Cot Filtration

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Cot filtration, or CF, is a technique rooted in the principles of DNA renaturation kinetics (i.e. Cot analysis) as a means by which the repetitive DNA sequences that dominate many eukaryotic genomes can be separated from "gene-rich" single/low-copy sequences.[1][2]


Briefly, when sheared genomic DNA in solution is heated to near boiling temperature, the molecular forces holding complementary base pairs together are disrupted, and the two strands of each double-helix dissociate or ‘denature.’ If the denatured DNA is then slowly returned to a cooler temperature, sequences will begin to ‘reassociate’ (renature) with complementary strands.

The temperature at which renaturation occurs can be regulated so that little or no sequence mismatch is tolerated. As predicted by the law of averages, the rate at which a sequence finds a complementary strand with which to hybridize is directly related to that sequence’s iteration in the genome. In other words, those sequences that are extremely abundant (on average) find complementary strands with which to pair relatively quickly while single-copy sequences take a much longer time to find complements.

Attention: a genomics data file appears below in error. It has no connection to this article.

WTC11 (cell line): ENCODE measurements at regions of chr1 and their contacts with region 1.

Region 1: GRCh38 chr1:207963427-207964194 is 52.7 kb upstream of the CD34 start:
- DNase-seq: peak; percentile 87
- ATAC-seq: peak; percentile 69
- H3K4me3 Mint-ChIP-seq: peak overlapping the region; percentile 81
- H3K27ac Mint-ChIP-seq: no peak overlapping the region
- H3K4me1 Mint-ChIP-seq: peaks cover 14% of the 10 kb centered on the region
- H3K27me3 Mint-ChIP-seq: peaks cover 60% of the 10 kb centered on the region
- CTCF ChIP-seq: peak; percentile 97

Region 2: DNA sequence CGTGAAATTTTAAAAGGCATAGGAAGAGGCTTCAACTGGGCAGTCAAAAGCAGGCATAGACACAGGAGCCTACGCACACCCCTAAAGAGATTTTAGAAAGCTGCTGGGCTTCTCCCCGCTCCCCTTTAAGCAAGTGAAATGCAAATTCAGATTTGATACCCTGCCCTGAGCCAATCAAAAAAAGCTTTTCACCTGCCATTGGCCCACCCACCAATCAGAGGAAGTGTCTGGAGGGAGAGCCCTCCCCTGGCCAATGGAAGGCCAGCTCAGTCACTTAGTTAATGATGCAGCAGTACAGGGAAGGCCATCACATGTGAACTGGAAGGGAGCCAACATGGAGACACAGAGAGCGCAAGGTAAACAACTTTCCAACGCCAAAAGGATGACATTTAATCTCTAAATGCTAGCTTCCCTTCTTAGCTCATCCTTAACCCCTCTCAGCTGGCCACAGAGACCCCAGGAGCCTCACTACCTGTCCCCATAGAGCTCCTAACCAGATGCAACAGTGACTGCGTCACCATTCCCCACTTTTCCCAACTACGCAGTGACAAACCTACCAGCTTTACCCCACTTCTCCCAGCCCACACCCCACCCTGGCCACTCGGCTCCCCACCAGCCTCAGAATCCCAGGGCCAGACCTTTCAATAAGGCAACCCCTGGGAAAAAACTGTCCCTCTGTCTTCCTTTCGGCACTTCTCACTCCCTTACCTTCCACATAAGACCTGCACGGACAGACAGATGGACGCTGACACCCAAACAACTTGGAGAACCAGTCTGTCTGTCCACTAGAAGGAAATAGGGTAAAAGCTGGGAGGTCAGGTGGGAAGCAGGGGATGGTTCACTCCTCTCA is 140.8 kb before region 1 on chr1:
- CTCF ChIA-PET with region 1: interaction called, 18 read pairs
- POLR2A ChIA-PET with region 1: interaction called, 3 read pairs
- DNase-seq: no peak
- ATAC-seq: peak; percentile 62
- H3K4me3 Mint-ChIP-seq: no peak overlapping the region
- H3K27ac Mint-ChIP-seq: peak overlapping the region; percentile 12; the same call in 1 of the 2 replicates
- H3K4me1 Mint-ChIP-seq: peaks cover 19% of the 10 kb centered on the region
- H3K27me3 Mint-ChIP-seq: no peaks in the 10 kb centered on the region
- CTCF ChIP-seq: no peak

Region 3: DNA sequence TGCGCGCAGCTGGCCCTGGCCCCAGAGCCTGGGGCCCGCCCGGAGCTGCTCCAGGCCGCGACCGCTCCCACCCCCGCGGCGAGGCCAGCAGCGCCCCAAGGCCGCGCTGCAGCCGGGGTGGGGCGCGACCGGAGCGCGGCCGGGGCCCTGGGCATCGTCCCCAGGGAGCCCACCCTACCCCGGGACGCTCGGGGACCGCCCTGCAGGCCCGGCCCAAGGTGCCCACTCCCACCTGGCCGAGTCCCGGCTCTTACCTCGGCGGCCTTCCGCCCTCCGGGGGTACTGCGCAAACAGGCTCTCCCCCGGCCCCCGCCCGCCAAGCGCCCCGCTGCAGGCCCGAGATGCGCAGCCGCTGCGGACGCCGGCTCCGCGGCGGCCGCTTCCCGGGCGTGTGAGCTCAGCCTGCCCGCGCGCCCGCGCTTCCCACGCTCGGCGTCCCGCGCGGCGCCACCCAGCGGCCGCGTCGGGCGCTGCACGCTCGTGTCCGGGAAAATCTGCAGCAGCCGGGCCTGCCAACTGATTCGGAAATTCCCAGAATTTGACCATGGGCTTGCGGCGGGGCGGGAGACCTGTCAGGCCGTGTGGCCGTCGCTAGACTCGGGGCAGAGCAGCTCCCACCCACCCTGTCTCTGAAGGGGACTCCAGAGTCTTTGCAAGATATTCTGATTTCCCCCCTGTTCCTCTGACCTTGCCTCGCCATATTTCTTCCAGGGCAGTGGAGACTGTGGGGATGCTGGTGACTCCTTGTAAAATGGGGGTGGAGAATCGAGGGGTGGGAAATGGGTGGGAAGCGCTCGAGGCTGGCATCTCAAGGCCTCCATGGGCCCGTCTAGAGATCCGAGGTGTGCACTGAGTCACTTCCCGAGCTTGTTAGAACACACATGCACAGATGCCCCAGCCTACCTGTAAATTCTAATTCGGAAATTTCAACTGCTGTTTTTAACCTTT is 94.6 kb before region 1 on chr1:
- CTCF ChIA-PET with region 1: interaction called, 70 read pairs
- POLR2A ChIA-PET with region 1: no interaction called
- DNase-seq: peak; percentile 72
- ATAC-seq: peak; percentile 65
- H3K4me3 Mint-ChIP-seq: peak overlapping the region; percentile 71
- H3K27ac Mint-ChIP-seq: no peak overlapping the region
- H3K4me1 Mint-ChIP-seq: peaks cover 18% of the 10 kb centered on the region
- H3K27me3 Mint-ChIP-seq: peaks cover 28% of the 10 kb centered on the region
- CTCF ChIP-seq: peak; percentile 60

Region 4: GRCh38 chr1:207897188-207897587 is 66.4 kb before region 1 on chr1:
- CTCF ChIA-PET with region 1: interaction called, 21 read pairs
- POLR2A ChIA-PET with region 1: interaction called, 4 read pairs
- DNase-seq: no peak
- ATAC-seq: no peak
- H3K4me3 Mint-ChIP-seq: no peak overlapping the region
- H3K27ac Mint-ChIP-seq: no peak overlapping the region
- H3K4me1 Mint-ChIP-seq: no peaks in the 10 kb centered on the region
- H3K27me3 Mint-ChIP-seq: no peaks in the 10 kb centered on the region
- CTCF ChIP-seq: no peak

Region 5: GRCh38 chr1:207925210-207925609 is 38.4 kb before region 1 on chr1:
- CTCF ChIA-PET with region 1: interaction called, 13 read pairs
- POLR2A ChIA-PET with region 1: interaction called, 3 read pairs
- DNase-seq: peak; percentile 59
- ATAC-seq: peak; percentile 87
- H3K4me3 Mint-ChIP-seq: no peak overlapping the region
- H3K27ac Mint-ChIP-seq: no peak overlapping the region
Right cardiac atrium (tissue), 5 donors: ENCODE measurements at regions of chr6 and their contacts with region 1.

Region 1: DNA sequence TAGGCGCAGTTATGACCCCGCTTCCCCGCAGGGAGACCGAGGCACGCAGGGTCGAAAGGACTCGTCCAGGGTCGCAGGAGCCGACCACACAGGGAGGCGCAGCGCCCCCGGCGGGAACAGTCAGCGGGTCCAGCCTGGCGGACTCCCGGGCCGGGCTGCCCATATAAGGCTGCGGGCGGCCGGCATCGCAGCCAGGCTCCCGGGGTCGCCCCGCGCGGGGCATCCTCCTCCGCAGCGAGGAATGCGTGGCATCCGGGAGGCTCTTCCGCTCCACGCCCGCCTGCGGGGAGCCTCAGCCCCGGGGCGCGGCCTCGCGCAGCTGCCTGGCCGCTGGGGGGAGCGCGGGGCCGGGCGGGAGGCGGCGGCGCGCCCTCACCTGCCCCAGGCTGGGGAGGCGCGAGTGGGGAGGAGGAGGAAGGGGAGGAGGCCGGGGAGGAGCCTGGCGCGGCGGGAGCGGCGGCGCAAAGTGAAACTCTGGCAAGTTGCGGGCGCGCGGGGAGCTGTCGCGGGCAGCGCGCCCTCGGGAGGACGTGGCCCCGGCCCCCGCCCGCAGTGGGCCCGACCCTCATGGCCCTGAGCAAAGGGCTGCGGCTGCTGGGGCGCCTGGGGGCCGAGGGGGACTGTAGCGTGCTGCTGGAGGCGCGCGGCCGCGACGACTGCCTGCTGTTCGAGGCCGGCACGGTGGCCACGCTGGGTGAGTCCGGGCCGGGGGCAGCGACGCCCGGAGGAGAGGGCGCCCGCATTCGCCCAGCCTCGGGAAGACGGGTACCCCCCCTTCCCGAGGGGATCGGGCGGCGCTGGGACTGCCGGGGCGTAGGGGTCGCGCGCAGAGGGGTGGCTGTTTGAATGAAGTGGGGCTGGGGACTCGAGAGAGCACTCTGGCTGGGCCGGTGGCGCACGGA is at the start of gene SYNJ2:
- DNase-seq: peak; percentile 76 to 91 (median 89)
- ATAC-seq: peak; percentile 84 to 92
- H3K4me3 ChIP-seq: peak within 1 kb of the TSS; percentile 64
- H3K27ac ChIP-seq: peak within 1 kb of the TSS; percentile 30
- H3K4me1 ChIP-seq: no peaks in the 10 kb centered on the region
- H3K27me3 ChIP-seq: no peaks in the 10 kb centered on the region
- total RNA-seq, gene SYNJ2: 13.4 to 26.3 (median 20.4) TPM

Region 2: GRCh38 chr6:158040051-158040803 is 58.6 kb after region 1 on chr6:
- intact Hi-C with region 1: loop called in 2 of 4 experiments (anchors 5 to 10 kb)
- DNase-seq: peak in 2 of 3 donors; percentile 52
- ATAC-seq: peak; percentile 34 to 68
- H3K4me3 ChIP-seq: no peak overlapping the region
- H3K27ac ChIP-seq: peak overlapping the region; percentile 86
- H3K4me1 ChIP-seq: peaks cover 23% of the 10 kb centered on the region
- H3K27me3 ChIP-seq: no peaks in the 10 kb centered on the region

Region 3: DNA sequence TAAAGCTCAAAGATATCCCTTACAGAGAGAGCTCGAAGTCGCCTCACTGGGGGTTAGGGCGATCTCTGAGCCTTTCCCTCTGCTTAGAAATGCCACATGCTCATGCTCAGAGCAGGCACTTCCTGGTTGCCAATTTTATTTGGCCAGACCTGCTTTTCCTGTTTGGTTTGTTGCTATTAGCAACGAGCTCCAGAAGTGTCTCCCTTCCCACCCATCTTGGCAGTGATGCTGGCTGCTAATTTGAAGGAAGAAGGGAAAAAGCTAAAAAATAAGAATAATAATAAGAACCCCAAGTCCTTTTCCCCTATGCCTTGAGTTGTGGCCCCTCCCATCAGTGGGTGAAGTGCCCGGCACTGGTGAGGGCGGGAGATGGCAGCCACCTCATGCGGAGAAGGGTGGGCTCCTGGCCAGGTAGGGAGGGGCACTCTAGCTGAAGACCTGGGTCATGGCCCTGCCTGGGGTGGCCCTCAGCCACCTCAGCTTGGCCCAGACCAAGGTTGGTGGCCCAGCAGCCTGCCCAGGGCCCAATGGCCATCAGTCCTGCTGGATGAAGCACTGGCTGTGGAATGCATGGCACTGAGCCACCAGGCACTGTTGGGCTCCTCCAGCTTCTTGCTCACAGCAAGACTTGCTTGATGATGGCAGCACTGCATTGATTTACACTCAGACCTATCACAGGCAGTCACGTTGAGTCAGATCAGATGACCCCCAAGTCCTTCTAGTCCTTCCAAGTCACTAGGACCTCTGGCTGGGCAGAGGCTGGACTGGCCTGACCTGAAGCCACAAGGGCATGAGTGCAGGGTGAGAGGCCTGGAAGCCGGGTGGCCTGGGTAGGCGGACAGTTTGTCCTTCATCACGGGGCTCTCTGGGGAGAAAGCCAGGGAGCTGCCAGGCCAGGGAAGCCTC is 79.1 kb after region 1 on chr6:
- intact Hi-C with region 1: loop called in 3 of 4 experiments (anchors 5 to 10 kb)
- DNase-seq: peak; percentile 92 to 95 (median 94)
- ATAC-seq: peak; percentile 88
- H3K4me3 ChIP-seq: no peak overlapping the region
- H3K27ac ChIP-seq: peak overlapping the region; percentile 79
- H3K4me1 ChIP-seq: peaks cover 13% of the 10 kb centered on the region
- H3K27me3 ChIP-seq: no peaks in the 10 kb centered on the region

In CF, genomic DNA is heat-denatured and allowed to renature to a Cot value (Cot = DNA concentration x time x a factor based on the cation concentration of the buffer) at which the majority of repetitive elements have reassociated but single and low-copy elements remain single stranded. Double-stranded, repetitive DNA is separated from single-stranded, low-copy DNA by hydroxyapatite chromatography or other means.


CF allows the single/low copy sequences and the repetitive sequences of a genome to be studied independently of each other. It can also be used to fractionate highly repetitive DNA from moderately repetitive sequences or to further fractionate isolated kinetic components. CF is most accurately performed if fractionation is based upon the results of a Cot analysis.

See also


  1. Peterson DG (2005) Reduced representation strategies and their application to plant genomes. In: The Handbook of Plant Genome Mapping: Genetic and Physical Mapping. Edited by: Meksem K, Kahl G. WILEY-VCH Verlag GmbH & Co. KGaA, Weinheim, Germany. pp. 307-335.
  2. Lamoureux D, Peterson DG, Li W, Fellers JP, Gill BS (2005) The efficacy of Cot-based gene enrichment in wheat (Triticum aestivum L.). Genome 48: 1120-1126.